Financial engineer Melrose’s bid for real engineer GKN - perhaps best known as the one time maker of the Spitfire - has managed to do something remarkable: It has brought Remainers, Leavers, The Independent, The Guardian, the Daily Mail, unions, customers, MPs from all parties, local councillors, and more besides, together in their opposition to it.
That’s quite an achievement in a bitterly divided country in which they would be united by almost nothing else.
Sadly, a rare place where you’ll find a good word to be said about the machinations of Melrose is in London's financial centre, which controls the outcome and where the betting, judging by the movements in GKN’s share price, is on the bad guys winning.
Melrose this morning did wake up to the fact that it has a problem with the world outside the air conditioned offices of investment banks and institutional investors, which are familiar and safe territory for its bosses, who have been spending lots of time there making their case.
That is because, with the credibility of his Government’s much vaunted industrial strategy all but shot, Britain’s Business Secretary Greg Clark decided to drop his cloak of invisibility and poke it in the ribs.
Cue a series of “undertakings”. They have legal force because the rules had to be changed following an earlier bad bid. That was the one tabled by Kraft Foods for Cadbury’s which saw a rather important undertaking jettisoned a matter of weeks after the predator won the day.
Melrose has promised to keep the business headquartered in the UK with a majority of UK resident directors. There’s a commitment to R&D spending of at least 2.2 per cent of turnover and a promise not to sell up for five years.
These allow Mr Clark to say, “look what a lot I got you!” A closer inspection, however, reveals them to be worth less than he and Melrose would have you believe.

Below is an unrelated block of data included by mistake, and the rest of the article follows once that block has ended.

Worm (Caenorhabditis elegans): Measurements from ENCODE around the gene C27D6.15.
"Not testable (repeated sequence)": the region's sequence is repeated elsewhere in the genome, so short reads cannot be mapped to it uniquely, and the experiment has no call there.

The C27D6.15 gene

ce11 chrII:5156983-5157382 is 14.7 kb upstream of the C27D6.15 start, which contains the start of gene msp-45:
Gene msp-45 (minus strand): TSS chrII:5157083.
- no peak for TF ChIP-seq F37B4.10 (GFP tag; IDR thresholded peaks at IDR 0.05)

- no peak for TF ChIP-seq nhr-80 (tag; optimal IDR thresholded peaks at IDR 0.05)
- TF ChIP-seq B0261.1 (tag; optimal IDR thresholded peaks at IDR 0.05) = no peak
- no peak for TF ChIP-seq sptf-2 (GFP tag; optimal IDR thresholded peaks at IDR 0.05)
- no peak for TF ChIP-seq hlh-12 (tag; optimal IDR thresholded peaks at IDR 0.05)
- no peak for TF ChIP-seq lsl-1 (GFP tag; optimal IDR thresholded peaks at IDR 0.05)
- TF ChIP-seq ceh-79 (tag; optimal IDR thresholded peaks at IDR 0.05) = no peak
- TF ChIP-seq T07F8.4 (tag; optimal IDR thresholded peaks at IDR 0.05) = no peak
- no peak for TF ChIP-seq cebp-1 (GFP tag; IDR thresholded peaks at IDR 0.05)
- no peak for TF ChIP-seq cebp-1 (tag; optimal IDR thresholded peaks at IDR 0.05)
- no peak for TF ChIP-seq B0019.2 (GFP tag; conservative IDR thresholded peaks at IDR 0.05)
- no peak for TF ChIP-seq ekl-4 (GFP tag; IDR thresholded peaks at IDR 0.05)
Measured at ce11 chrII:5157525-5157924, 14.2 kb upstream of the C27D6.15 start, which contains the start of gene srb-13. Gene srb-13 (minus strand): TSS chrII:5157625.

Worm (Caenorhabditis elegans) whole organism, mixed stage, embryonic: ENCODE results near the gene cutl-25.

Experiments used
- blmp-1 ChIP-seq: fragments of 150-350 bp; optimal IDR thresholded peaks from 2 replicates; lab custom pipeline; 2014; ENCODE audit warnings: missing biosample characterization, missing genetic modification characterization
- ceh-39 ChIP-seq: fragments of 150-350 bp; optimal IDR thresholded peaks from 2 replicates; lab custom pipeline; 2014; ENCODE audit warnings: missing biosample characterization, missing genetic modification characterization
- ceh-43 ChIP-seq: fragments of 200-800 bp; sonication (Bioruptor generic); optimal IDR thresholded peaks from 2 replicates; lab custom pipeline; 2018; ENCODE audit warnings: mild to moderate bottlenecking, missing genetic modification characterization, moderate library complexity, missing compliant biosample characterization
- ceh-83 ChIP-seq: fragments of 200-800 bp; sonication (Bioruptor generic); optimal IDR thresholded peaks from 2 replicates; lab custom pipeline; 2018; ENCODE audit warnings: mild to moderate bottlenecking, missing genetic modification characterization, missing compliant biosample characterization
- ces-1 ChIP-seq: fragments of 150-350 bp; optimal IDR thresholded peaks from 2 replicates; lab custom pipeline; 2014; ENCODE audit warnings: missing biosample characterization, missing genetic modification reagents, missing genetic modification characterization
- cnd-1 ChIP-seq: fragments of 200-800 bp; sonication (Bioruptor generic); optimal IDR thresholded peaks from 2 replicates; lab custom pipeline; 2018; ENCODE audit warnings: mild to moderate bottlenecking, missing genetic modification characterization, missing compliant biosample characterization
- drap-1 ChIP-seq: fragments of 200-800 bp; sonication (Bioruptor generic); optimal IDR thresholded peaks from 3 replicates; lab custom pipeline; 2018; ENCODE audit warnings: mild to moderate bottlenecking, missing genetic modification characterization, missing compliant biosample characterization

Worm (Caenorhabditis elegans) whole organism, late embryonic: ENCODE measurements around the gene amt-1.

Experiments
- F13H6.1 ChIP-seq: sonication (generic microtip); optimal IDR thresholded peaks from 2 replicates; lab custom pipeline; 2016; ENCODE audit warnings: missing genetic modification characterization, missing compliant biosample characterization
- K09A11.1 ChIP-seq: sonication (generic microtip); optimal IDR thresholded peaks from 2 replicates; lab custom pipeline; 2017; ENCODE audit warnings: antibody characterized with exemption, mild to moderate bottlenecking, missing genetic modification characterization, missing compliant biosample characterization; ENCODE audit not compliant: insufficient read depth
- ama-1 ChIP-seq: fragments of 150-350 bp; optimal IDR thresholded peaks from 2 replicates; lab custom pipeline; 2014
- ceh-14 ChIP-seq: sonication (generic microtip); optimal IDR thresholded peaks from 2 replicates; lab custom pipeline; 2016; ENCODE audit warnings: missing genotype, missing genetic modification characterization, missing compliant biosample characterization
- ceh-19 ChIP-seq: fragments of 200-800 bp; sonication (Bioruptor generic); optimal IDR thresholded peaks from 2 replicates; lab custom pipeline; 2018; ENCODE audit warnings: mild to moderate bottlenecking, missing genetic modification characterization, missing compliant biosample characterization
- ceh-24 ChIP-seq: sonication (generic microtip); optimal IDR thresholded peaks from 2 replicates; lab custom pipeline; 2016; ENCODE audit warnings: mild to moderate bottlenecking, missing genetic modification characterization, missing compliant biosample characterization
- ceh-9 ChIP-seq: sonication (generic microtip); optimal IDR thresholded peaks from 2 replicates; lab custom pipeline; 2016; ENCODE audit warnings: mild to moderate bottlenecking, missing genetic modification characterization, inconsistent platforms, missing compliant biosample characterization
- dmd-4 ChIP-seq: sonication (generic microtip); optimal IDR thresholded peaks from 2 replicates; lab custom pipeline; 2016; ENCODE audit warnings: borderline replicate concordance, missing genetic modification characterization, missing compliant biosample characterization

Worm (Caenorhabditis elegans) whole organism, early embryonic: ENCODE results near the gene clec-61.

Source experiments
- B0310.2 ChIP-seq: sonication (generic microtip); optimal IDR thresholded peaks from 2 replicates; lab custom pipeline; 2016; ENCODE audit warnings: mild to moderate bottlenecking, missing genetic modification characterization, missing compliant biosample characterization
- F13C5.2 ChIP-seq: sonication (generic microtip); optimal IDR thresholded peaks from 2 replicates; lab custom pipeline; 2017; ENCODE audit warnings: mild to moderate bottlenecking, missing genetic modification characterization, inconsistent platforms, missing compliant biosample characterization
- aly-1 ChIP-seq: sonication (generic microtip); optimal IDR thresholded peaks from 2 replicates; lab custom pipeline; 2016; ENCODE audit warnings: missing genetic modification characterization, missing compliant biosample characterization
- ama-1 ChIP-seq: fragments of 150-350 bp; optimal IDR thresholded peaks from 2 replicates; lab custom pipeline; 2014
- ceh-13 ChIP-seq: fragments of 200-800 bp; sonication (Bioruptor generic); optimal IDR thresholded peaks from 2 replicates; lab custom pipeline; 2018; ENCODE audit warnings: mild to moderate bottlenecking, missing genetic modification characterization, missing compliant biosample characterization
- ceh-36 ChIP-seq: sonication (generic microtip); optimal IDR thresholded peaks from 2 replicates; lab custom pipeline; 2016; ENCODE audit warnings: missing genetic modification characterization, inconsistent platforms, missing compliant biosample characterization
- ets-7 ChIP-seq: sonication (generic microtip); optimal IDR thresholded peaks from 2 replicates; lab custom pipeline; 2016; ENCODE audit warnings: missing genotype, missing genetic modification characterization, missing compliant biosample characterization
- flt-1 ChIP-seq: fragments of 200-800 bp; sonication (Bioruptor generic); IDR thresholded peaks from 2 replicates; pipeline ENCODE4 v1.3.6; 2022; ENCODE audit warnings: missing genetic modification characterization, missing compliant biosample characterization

If Melrose didn’t spend on R&D, for example, there wouldn’t be much of a business left for it to sell after those five years, and its ultimate aim is to sell. The company typically offloads the businesses it buys after between three and five years. This just pushes the all but inevitable disposal out to the end of that time period.
As for the promise to hire UK resident directors? Please. The company will appoint, and pay fees, to people who will do what they’re told. The location of their living quarters scarcely matters.
Barring a last minute realisation in the City that this bid will not serve its long term interests with its alienation of large swathes of public opinion, Melrose is likely to win.
The best, and perhaps the only way now of salvaging something from this deeply regrettable situation is to prevent a repeat.
The case for the application of a public interest test to future deals that are of value to no one other than grey money men has never been stronger. Such a move on the part of an unpopular Government would carry the support of a wildly diverse group of normally opposing parties.
It would be also be applied to any proposed Melrose sale of GKN further down the line.
Unless, that is, the City springs a surprise and shakes off the narrow short termism that facilitated this affair in the first place.
Don’t hold your breath.
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